In the beginning, there were API requests, and they were good. But then some jerk went and made too many requests too fast and brought the server crashing to its knees. Enter: Rate limiting.

Rate limiting is a server-side concept. If you’re hosting a service or an API, you want people who are consuming your service to spread the load predictably. This strategy helps with capacity planning and also helps to mitigate certain types of abuse. If you have an API, then you most likely should protect it by rate-limiting requests.

In the beginning, there was an API server, and it was good. But then some jerk went and added rate-limiting code to it, which made the script you wrote crash. Enter: Rate throttling.

Rate throttling is a client-side concept. Imagine you’re consuming some API endpoints. You can make 1000 requests an hour. You write your code to iterate over the 10_000 things you need, run it, and since each request takes a fraction of a second, after a few seconds, you start getting API errors, and your code stops working. What happened? Your requests are being rate-limited by the server. This behavior is bad news since you still need the other 9_000 entries. How can you get them? You can avoid errors by slowing down the rate of your requests by throttling your client. This strategy is known as rate throttling.

While rate limiting works to reduce the load on a server, rate throttling reduces errors on a client. If you’re talking to a server that uses rate-limiting, then without some rate throttling logic, you’ll eventually hit errors.

Rate limiting strategies

There are lots of rate limiting strategies, for instance:

  • Leaky bucket
  • Sliding window
  • Genetic Cell Rate Algorithm (GCRA)

There are lots more, but these are the common ones.

Usually, you’ll need people who want to access your API to register for some account, and you will provide them back with a secret token they can use for authorization. The rate-limiting is typically done on a per-token basis.

Rate throttling strategies

The type of rate-limiting that is happening on the server will dictate your client’s rate-throttling strategy. A typical high-level strategy is to allow a client to make as many requests as fast as possible and check each response to see if it was limited by the server (usually via a 429 status response code). If the response was limited, wait a bit, and then try again. Depending on the rate-limiting strategy being used, the logic to determine how much to wait will change.

For example, in the GitHub API (which uses a leaky bucket), they tell you how many requests you have left in your “bucket,” and the next time, it will be refilled. When your client hits a 429, you can sleep until the refill time (and add in some jitter) and then retry.

On Heroku, which uses a GCRA algorithm that encourages requests to be more evenly spread out over time, clients can exponentially backoff.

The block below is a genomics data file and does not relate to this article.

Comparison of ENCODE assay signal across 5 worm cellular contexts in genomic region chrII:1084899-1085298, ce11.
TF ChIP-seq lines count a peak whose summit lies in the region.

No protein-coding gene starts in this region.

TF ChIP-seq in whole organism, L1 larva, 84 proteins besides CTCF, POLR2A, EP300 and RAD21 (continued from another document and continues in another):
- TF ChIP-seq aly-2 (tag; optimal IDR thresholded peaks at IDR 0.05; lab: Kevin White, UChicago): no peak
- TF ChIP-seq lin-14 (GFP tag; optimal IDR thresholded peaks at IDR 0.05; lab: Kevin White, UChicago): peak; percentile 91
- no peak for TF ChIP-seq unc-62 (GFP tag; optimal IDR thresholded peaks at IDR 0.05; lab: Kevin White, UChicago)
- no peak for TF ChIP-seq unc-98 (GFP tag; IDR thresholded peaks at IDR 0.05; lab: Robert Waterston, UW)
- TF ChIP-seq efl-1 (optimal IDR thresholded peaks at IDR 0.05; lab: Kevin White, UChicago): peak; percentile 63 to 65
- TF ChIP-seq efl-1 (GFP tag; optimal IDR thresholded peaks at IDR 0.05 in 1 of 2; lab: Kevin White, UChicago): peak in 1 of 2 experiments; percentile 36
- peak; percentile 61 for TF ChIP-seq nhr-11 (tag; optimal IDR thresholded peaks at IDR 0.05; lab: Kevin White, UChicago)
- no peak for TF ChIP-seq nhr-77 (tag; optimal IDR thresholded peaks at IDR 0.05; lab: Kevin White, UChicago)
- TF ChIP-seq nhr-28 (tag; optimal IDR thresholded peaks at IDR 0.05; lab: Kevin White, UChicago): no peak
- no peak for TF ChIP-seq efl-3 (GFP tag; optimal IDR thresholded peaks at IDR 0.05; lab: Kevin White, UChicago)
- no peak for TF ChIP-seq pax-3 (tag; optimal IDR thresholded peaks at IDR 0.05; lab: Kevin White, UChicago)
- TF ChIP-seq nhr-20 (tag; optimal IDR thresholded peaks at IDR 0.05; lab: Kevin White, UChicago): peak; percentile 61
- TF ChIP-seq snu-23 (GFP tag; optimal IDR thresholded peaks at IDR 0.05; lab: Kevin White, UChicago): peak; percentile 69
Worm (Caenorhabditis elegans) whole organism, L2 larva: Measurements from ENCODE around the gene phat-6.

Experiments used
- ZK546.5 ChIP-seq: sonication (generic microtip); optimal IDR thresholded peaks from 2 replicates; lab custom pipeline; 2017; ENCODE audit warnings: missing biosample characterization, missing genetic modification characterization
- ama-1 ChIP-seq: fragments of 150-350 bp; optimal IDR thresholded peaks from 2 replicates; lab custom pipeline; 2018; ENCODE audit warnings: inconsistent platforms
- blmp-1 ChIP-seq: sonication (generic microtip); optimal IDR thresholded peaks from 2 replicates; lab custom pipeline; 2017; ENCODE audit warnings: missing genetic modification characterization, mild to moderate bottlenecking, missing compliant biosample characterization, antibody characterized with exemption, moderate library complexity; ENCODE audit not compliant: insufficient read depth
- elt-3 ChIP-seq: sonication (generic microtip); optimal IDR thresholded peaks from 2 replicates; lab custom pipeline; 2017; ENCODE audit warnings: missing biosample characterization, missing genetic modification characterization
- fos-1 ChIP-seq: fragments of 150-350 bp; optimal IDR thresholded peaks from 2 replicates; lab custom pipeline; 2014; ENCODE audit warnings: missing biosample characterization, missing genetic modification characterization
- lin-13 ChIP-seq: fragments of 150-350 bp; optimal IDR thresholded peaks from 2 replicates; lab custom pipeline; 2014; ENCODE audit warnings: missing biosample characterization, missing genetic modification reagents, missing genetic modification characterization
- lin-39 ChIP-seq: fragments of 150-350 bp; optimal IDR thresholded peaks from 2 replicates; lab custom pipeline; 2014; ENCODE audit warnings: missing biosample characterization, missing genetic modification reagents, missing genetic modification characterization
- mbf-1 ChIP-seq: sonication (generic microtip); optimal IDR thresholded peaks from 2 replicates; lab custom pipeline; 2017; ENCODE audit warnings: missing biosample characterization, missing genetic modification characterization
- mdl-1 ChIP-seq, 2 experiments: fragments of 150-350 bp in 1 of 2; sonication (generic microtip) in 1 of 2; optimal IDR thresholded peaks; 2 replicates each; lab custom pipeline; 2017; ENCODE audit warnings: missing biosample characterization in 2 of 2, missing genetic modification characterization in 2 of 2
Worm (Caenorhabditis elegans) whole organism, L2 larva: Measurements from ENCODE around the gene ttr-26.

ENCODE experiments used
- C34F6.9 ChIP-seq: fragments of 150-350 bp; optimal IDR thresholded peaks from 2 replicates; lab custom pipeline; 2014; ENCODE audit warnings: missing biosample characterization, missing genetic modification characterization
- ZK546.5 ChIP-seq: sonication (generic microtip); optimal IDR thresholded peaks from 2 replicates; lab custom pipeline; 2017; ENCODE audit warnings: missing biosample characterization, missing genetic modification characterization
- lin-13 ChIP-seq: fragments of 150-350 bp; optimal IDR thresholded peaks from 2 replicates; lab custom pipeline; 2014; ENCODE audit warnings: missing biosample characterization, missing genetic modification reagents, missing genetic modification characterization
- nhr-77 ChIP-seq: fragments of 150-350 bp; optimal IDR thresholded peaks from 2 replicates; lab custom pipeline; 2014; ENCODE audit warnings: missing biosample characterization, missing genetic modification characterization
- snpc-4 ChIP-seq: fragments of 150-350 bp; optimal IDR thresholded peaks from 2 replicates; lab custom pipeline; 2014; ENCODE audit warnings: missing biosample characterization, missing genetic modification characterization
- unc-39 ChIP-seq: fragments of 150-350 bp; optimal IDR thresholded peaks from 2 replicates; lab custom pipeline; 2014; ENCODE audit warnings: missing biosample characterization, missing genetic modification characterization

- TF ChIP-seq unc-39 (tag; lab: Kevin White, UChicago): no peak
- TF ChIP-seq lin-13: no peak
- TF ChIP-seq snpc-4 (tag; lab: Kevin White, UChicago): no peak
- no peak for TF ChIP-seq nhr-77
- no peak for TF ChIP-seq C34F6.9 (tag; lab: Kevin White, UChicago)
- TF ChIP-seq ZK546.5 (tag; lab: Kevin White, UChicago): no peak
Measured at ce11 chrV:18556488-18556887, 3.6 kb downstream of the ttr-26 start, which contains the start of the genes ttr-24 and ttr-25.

To get specific on optimizing for a GCRA strategy, I wrote a gem called rate_throttle_client that explains more

While sleeping is an easy way to pass the time as your client waits for more capacity to begin making new API requests, it’s not the only option. For example, when you hit a rate throttle event, your system could store the request for later and switch to another workload. For instance, if the code runs on some background worker that handles multiple job types. In this scenario, if API requests start getting rate limited in one job type, the system could throw them in the back of the job queue to work on other tasks, such as sending emails. This tactic could be described as “work saving” though there might be a better term. While this sounds like a “free lunch,” it’s much more complicated in practice and has some business decisions that affect how you might want to implement such a system.

Rate limiting without rate throttling

As a server owner, if clients hitting your service aren’t throttling themselves, they might be hammering your infrastructure even if all they’re getting is 429 responses, this isn’t good. As a client, we already saw that your responses would start failing, and then either you’ll end up getting errors, or maybe your system will be stuck in infinite retry loops. This isn’t good either.

Rate throttling without rate limiting

As a server owner, if you’re relying on a client to limit itself, it will not. No matter how sure you are that people will only use a given client, there’s nothing stopping someone malicious from sniffing your API endpoints and hitting them manually as fast as they want. If you don’t have rate limiting on your server, someone will eventually figure it out, and you’ll likely wake up one day to a massive server bill or a pager notification telling you that some resource has gone down.

Rate limiting and throttling combined

When rate limiting is implemented on the server, and a client is provided with rate throttling, then everyone mostly gets what they want. People making requests aren’t getting a ton of errors, and the admins wearing pagers on the server-side can sleep better at night. If you maintain an API, consider documenting how to rate throttle requests effectively. Or even better, release a client that includes native support for rate throttling.

Teaser image “superbikes 06” by gbsngrhm is licensed under CC BY-SA 2.0